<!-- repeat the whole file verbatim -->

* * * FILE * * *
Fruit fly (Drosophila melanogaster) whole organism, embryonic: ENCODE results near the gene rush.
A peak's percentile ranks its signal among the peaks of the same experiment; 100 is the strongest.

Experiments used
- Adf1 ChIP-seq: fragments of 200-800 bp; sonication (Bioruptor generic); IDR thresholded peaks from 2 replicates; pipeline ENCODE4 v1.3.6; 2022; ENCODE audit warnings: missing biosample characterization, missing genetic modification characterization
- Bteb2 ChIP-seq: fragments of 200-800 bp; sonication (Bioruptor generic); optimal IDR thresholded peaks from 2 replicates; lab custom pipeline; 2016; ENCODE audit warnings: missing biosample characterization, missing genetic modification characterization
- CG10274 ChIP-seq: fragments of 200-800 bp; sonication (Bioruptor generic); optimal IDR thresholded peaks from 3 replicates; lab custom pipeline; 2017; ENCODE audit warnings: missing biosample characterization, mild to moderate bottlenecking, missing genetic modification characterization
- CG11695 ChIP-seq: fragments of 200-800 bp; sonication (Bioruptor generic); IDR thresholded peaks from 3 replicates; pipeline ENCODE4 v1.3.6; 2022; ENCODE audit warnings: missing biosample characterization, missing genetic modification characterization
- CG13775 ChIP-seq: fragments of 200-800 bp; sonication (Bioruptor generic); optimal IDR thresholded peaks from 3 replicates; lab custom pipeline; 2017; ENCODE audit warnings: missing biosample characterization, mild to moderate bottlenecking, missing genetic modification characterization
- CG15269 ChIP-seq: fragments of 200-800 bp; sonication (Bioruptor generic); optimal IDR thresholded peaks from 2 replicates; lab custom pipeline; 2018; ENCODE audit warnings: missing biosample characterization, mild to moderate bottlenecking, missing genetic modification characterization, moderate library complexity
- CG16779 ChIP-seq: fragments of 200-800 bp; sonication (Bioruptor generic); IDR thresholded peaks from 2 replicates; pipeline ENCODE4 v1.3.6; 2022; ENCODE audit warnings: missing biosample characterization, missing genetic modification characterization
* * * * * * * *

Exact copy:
Fruit fly (Drosophila melanogaster) whole organism, embryonic: ENCODE results near the gene rush.
A peak's percentile ranks its signal among the peaks of the same experiment; 100 is the strongest.

Experiments used
- Adf1 ChIP-seq: fragments of 200-800 bp; sonication (Bioruptor generic); IDR thresholded peaks from 2 replicates; pipeline ENCODE4 v1.3.6; 2022; ENCODE audit warnings: missing biosample characterization, missing genetic modification characterization
- Bteb2 ChIP-seq: fragments of 200-800 bp; sonication (Bioruptor generic); optimal IDR thresholded peaks from 2 replicates; lab custom pipeline; 2016; ENCODE audit warnings: missing biosample characterization, missing genetic modification characterization
- CG10274 ChIP-seq: fragments of 200-800 bp; sonication (Bioruptor generic); optimal IDR thresholded peaks from 3 replicates; lab custom pipeline; 2017; ENCODE audit warnings: missing biosample characterization, mild to moderate bottlenecking, missing genetic modification characterization
- CG11695 ChIP-seq: fragments of 200-800 bp; sonication (Bioruptor generic); IDR thresholded peaks from 3 replicates; pipeline ENCODE4 v1.3.6; 2022; ENCODE audit warnings: missing biosample characterization, missing genetic modification characterization
- CG13775 ChIP-seq: fragments of 200-800 bp; sonication (Bioruptor generic); optimal IDR thresholded peaks from 3 replicates; lab custom pipeline; 2017; ENCODE audit warnings: missing biosample characterization, mild to moderate bottlenecking, missing genetic modification characterization
- CG15269 ChIP-seq: fragments of 200-800 bp; sonication (Bioruptor generic); optimal IDR thresholded peaks from 2 replicates; lab custom pipeline; 2018; ENCODE audit warnings: missing biosample characterization, mild to moderate bottlenecking, missing genetic modification characterization, moderate library complexity
- CG16779 ChIP-seq: fragments of 200-800 bp; sonication (Bioruptor generic); IDR thresholded peaks from 2 replicates; pipeline ENCODE4 v1.3.6; 2022; ENCODE audit warnings: missing biosample characterization, missing genetic modification characterization